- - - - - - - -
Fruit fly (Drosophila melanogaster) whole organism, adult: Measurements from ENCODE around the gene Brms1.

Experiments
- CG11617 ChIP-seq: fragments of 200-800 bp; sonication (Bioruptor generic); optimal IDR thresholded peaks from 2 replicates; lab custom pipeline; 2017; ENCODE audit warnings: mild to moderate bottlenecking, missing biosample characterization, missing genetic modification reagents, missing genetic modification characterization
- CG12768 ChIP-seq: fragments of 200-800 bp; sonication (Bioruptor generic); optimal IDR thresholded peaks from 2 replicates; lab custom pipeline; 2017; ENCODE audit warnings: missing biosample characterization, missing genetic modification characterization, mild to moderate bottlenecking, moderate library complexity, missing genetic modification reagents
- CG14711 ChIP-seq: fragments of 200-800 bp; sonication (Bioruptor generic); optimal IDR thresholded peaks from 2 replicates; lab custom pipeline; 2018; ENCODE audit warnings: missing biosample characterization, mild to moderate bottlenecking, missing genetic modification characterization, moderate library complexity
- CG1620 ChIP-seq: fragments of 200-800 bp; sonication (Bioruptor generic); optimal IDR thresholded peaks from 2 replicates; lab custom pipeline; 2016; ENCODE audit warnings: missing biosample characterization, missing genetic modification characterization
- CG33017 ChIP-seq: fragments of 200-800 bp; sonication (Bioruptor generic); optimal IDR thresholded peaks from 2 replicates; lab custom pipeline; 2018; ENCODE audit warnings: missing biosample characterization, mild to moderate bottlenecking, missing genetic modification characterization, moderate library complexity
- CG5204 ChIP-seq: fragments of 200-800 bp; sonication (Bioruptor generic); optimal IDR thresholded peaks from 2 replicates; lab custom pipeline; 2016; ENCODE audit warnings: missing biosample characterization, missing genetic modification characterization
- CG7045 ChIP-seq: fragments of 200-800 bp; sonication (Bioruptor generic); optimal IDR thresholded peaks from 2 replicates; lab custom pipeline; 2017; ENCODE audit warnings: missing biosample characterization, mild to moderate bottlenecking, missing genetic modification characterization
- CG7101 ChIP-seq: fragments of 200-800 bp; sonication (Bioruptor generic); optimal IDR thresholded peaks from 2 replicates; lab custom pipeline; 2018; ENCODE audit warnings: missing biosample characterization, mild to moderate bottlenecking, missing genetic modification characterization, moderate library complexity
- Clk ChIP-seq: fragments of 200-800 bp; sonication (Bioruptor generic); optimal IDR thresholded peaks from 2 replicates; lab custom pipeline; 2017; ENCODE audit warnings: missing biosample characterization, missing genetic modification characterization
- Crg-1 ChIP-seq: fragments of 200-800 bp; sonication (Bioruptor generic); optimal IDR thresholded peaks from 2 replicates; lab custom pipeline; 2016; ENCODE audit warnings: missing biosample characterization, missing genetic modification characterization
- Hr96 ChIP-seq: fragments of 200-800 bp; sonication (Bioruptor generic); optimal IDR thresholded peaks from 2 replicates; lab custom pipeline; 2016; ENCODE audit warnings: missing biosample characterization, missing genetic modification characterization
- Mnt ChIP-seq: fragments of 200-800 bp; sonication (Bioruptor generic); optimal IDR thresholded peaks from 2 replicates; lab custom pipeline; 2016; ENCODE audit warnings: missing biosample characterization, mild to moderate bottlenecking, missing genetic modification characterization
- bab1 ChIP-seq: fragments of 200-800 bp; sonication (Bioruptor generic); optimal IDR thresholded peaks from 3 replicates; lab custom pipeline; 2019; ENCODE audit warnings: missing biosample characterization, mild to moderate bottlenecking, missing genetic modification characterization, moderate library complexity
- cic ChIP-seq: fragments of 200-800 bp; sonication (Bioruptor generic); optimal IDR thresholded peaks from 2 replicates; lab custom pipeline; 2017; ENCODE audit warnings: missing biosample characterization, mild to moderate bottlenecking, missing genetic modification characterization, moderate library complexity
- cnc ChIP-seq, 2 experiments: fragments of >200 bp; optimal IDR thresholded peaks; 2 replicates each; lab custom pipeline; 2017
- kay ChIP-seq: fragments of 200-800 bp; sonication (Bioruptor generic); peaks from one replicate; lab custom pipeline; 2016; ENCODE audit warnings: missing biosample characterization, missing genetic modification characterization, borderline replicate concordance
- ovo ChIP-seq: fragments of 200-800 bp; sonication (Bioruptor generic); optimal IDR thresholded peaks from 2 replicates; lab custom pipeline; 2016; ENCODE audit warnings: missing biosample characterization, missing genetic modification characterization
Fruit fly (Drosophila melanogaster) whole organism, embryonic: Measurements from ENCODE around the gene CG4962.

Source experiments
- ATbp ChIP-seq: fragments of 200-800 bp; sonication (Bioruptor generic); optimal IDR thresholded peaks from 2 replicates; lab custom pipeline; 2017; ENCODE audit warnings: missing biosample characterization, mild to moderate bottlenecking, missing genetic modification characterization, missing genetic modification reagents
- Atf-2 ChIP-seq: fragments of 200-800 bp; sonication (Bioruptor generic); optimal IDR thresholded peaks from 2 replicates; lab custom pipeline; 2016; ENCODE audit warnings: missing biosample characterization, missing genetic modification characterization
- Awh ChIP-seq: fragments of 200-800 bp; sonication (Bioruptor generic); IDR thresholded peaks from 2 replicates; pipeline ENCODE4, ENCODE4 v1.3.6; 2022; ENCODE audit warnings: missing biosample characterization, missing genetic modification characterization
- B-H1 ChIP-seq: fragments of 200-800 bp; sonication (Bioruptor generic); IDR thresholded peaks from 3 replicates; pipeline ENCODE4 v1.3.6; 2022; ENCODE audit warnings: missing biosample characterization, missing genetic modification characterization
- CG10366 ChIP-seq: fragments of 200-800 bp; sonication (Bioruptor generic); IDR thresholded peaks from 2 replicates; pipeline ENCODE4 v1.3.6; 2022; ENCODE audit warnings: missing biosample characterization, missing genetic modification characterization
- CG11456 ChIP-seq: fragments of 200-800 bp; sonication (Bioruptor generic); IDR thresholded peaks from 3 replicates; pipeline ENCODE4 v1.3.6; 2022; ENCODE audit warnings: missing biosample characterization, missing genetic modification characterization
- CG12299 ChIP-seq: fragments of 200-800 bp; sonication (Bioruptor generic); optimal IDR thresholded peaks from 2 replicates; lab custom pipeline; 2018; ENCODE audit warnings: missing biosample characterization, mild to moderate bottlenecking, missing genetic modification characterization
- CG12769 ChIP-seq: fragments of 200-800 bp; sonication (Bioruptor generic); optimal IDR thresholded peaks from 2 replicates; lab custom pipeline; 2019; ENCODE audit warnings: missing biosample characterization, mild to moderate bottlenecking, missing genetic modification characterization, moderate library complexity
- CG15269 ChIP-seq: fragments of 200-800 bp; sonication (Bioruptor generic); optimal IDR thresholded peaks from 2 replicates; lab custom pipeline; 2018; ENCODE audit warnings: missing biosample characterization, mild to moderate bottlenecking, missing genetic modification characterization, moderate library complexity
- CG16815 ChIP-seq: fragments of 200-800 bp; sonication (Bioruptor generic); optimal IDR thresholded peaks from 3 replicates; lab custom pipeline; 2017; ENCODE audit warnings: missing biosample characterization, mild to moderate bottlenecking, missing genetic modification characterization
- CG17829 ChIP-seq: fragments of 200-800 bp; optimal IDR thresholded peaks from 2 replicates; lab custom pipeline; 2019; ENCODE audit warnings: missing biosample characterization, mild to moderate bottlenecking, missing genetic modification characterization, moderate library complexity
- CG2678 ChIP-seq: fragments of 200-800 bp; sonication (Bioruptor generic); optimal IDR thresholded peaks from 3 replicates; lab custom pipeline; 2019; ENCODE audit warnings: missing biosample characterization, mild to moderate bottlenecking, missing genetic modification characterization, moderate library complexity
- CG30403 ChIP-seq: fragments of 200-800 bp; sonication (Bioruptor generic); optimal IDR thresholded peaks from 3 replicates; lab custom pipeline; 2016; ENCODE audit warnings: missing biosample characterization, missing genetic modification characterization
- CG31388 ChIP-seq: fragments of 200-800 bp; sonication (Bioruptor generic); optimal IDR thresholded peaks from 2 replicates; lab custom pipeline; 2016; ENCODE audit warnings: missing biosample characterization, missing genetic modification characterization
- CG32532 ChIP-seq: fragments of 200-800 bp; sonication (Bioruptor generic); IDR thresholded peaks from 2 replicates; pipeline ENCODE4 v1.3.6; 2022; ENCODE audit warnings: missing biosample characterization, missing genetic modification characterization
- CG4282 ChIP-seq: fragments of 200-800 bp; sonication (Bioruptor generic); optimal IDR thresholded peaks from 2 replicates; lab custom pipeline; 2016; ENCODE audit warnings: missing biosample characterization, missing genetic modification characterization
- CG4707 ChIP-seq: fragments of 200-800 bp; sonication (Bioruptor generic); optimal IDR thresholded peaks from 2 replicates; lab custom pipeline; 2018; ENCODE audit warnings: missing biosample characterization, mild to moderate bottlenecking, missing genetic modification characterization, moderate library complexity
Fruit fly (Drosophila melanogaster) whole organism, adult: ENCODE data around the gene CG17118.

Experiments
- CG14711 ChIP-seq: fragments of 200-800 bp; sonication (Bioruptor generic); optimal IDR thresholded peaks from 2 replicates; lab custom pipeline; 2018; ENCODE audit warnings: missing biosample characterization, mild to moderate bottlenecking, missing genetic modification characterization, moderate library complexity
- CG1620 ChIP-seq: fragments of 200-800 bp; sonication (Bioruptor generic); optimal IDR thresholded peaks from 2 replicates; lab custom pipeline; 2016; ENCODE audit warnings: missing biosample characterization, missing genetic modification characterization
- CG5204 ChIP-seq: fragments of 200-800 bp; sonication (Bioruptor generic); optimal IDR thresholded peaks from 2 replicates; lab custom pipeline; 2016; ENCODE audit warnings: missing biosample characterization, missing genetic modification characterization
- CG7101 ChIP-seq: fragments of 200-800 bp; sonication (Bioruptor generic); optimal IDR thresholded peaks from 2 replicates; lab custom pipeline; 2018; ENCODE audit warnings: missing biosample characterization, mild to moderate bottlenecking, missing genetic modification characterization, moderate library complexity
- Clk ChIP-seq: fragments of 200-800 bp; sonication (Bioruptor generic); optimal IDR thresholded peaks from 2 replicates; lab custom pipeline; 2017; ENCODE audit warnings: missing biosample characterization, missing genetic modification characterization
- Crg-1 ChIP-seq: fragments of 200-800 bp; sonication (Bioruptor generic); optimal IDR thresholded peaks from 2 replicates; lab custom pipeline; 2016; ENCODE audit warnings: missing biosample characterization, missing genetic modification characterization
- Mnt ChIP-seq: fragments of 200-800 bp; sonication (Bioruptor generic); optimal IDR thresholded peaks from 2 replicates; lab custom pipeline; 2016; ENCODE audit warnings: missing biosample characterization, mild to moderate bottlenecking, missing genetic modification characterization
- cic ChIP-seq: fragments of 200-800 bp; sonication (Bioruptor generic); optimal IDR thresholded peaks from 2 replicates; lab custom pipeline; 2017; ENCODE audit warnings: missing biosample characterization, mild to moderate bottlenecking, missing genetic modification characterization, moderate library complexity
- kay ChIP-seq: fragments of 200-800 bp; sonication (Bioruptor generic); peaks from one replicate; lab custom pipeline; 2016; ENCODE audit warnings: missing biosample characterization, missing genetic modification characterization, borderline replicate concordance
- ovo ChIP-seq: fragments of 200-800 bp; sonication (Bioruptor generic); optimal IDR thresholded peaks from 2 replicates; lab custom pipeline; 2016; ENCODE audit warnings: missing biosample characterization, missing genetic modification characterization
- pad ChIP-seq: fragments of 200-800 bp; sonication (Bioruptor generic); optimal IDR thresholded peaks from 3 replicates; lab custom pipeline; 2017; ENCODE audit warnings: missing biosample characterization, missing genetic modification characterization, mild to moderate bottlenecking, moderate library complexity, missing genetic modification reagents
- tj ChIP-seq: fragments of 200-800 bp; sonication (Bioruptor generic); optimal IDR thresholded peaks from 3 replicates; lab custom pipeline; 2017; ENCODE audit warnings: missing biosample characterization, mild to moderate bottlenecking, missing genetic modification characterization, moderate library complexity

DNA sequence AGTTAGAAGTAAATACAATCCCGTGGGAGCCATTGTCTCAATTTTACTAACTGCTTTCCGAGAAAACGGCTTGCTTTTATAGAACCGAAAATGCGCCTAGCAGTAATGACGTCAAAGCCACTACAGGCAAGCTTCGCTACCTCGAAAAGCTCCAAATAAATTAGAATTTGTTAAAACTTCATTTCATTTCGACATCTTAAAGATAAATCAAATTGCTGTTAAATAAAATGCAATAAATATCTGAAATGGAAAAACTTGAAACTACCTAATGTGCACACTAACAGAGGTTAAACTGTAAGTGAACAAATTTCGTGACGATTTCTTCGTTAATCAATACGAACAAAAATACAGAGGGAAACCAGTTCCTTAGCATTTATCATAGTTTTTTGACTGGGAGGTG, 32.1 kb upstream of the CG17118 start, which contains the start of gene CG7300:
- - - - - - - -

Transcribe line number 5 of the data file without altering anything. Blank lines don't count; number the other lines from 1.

- CG14711 ChIP-seq: fragments of 200-800 bp; sonication (Bioruptor generic); optimal IDR thresholded peaks from 2 replicates; lab custom pipeline; 2018; ENCODE audit warnings: missing biosample characterization, mild to moderate bottlenecking, missing genetic modification characterization, moderate library complexity